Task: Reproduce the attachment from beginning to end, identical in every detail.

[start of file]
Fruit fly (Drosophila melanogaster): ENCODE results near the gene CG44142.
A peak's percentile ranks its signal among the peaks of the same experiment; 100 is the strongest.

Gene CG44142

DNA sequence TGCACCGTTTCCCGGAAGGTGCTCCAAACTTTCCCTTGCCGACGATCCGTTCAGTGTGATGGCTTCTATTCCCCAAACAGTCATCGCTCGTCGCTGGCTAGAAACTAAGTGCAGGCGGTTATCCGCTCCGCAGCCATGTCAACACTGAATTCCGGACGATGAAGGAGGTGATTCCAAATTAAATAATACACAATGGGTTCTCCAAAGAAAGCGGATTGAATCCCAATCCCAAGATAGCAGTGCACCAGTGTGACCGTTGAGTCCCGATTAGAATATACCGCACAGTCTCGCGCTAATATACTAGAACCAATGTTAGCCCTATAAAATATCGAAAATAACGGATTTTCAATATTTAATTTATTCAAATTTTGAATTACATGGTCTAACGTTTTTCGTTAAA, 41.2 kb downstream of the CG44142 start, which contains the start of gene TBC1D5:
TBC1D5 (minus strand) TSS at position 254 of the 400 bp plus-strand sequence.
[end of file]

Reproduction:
Fruit fly (Drosophila melanogaster): ENCODE results near the gene CG44142.
A peak's percentile ranks its signal among the peaks of the same experiment; 100 is the strongest.

Gene CG44142

DNA sequence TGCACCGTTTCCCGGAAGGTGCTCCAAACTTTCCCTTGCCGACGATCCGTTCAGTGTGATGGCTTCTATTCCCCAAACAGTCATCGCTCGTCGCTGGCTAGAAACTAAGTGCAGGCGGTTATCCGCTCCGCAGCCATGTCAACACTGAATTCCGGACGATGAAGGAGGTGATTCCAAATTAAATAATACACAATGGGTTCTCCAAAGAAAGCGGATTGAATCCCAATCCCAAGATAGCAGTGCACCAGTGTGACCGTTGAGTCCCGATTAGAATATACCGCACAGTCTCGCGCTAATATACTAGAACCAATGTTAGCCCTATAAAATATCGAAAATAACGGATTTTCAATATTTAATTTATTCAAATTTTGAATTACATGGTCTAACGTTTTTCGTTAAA, 41.2 kb downstream of the CG44142 start, which contains the start of gene TBC1D5:
TBC1D5 (minus strand) TSS at position 254 of the 400 bp plus-strand sequence.